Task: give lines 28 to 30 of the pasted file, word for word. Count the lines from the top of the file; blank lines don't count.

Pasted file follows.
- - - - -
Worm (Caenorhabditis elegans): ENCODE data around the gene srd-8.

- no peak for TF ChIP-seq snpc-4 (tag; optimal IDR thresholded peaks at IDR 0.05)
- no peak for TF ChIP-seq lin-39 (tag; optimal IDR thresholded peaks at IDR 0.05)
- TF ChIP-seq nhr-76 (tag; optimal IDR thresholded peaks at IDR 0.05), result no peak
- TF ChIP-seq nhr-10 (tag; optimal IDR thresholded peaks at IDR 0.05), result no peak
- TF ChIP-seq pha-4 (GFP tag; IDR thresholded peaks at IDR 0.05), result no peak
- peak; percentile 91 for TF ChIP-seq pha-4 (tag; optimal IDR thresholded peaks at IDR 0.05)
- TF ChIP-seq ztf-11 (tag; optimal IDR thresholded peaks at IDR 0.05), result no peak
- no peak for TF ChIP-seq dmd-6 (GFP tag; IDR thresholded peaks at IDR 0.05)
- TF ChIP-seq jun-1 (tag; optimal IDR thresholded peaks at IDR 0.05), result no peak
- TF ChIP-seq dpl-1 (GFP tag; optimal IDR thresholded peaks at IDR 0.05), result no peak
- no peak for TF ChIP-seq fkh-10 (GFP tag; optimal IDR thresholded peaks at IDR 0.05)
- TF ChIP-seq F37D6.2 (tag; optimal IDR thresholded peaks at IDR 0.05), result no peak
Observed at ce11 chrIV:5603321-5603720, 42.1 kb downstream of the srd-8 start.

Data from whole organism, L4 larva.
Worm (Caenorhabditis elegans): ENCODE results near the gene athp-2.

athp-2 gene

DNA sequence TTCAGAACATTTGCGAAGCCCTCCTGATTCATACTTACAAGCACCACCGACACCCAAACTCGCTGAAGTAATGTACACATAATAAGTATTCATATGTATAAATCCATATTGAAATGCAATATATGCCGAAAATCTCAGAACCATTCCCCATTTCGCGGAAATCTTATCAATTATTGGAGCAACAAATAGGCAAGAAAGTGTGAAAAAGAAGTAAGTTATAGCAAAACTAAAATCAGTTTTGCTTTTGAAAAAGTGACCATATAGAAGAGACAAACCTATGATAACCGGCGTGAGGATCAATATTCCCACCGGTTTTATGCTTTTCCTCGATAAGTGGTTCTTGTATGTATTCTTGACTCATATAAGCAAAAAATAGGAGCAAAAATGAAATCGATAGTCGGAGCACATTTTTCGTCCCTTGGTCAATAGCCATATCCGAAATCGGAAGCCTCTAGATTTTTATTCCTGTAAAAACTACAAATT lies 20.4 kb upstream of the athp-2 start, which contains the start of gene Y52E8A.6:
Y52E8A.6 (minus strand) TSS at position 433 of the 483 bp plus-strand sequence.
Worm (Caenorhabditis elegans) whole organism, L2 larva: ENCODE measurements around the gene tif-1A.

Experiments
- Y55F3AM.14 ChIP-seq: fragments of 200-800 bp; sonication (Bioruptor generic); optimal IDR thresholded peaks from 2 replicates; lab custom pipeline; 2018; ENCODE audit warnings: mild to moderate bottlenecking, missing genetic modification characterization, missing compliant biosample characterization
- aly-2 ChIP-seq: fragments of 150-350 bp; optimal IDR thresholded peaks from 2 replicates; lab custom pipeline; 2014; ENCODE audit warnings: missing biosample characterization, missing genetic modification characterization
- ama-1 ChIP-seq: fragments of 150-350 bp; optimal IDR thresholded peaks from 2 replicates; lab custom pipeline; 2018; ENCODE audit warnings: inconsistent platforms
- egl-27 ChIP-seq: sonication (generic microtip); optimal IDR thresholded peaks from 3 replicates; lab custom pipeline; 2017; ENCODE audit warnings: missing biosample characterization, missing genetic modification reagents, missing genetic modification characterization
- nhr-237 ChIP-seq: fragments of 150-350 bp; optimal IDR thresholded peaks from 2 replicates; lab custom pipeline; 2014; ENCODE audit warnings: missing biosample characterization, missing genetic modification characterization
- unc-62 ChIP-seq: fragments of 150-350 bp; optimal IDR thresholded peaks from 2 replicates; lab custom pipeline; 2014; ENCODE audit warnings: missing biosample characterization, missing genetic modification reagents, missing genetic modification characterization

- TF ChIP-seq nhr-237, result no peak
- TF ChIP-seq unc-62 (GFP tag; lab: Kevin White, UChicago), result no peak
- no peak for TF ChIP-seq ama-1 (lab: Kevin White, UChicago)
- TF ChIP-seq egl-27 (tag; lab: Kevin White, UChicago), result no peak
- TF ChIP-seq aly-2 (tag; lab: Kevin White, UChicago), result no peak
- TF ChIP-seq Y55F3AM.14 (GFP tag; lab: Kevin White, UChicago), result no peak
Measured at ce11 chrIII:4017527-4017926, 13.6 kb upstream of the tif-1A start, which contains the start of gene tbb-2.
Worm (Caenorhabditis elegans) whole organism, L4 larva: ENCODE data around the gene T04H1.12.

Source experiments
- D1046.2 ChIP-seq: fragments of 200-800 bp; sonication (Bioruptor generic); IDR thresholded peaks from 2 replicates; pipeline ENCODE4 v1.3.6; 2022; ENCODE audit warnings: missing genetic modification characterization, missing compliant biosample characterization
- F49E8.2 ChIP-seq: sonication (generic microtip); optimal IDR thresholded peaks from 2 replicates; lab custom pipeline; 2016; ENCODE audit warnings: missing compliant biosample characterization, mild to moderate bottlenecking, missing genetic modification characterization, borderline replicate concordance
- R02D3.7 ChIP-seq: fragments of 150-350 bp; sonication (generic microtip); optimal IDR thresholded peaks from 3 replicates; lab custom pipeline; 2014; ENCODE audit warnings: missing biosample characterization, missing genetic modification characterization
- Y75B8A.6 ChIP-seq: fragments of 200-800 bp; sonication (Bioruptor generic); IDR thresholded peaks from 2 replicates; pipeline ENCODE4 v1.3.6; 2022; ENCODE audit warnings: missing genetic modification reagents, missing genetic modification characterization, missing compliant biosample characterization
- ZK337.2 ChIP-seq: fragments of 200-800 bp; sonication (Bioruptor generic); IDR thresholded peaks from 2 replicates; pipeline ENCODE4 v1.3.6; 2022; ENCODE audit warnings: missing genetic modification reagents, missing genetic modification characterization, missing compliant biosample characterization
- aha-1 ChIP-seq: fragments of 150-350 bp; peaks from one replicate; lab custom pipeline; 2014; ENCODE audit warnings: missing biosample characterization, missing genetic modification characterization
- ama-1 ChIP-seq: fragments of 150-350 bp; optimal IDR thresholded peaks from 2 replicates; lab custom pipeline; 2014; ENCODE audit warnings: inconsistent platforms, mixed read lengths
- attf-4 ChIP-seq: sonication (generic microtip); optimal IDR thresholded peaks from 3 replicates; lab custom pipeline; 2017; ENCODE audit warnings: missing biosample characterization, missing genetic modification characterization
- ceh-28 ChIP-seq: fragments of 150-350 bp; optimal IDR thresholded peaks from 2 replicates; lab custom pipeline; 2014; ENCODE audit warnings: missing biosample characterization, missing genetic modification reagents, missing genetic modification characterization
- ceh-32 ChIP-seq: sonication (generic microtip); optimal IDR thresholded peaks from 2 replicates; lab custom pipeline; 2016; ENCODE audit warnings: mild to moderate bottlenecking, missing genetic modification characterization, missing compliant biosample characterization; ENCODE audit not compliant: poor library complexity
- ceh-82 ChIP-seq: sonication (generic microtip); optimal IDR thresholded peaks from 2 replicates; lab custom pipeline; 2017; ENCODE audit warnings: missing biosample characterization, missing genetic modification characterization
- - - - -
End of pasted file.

- TF ChIP-seq nhr-237, result no peak
- TF ChIP-seq unc-62 (GFP tag; lab: Kevin White, UChicago), result no peak
- no peak for TF ChIP-seq ama-1 (lab: Kevin White, UChicago)